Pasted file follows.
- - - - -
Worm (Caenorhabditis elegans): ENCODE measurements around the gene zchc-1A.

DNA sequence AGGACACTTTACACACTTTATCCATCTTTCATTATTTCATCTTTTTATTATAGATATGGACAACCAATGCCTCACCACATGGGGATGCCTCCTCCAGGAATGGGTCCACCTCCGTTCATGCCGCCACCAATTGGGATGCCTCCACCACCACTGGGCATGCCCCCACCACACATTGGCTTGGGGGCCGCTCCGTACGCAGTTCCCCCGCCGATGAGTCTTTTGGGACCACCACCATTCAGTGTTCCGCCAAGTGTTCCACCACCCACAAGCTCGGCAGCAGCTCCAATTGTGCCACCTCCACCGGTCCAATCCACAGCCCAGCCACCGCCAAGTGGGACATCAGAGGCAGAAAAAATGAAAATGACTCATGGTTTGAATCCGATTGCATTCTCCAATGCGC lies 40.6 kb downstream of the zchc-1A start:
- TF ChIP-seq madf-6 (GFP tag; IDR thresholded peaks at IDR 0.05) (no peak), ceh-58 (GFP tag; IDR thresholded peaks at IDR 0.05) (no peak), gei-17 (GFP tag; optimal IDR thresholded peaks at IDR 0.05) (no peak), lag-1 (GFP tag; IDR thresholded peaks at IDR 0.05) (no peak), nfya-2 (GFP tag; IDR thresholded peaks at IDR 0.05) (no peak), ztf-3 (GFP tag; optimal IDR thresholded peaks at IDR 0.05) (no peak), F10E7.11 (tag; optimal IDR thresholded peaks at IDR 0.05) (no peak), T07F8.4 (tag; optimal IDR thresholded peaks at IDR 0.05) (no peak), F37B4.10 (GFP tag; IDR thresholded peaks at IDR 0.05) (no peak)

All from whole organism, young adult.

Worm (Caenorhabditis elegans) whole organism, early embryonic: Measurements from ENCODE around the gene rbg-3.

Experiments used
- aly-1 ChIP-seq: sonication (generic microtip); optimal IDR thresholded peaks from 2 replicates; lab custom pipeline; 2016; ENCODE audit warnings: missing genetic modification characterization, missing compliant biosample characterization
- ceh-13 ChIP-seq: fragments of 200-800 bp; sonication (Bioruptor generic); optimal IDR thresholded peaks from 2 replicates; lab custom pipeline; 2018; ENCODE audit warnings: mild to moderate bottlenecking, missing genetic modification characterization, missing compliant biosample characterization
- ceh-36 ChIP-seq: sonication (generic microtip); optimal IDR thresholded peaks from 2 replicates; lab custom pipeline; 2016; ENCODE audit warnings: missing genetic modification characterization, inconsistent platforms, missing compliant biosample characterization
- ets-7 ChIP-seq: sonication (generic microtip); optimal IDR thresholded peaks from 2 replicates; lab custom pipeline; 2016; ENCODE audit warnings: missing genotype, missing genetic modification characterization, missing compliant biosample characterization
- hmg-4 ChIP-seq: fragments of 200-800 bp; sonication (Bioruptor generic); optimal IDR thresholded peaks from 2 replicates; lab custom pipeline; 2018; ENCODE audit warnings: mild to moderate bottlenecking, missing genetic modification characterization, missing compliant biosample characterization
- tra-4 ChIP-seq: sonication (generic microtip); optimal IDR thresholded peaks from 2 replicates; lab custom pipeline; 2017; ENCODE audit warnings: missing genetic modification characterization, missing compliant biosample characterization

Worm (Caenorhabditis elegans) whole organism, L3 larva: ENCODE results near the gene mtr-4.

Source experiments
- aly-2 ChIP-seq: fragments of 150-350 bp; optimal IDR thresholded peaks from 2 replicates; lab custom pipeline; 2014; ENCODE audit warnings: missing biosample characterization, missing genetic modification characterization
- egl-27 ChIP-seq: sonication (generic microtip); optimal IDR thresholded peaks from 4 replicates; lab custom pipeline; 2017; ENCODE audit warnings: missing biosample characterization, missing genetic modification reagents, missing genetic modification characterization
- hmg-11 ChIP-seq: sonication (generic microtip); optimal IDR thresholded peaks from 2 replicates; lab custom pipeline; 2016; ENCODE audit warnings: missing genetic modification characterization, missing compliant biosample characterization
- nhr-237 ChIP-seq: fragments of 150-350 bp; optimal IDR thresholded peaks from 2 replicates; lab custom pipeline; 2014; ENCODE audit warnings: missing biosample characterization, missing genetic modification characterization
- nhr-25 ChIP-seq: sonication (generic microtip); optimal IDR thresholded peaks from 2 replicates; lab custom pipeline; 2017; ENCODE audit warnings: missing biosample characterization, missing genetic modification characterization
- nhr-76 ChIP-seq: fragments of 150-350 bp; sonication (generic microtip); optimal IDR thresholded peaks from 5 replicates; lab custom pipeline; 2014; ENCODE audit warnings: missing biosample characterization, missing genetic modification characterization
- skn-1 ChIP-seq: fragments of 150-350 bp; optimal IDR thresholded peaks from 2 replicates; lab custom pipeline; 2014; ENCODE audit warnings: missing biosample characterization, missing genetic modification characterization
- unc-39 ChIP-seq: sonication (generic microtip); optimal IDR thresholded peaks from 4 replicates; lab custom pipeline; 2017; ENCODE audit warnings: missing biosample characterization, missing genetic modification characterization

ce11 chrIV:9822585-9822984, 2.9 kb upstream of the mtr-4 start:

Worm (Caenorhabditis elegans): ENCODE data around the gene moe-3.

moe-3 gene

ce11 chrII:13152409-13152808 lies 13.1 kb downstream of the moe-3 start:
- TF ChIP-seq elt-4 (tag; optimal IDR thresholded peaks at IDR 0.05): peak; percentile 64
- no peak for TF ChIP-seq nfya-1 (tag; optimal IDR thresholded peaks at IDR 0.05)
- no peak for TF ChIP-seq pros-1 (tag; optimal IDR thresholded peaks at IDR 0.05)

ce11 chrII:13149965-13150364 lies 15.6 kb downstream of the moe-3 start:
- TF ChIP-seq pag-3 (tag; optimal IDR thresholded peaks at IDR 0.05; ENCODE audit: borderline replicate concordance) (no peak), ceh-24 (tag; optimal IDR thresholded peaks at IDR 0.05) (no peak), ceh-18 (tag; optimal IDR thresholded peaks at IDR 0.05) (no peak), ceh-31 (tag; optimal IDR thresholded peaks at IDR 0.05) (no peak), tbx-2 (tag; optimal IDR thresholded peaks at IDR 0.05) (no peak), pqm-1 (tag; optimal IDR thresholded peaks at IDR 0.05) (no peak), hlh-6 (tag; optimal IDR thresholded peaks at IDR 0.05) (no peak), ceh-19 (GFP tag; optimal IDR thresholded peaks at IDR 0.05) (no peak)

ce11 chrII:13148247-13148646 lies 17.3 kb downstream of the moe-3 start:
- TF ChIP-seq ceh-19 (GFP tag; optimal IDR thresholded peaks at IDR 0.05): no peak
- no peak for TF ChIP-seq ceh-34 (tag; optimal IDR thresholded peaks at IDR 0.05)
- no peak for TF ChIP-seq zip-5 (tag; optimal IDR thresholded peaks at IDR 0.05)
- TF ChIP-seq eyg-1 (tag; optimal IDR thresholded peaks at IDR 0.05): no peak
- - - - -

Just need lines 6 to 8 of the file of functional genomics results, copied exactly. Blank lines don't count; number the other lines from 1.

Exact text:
Experiments used
- aly-1 ChIP-seq: sonication (generic microtip); optimal IDR thresholded peaks from 2 replicates; lab custom pipeline; 2016; ENCODE audit warnings: missing genetic modification characterization, missing compliant biosample characterization
- ceh-13 ChIP-seq: fragments of 200-800 bp; sonication (Bioruptor generic); optimal IDR thresholded peaks from 2 replicates; lab custom pipeline; 2018; ENCODE audit warnings: mild to moderate bottlenecking, missing genetic modification characterization, missing compliant biosample characterization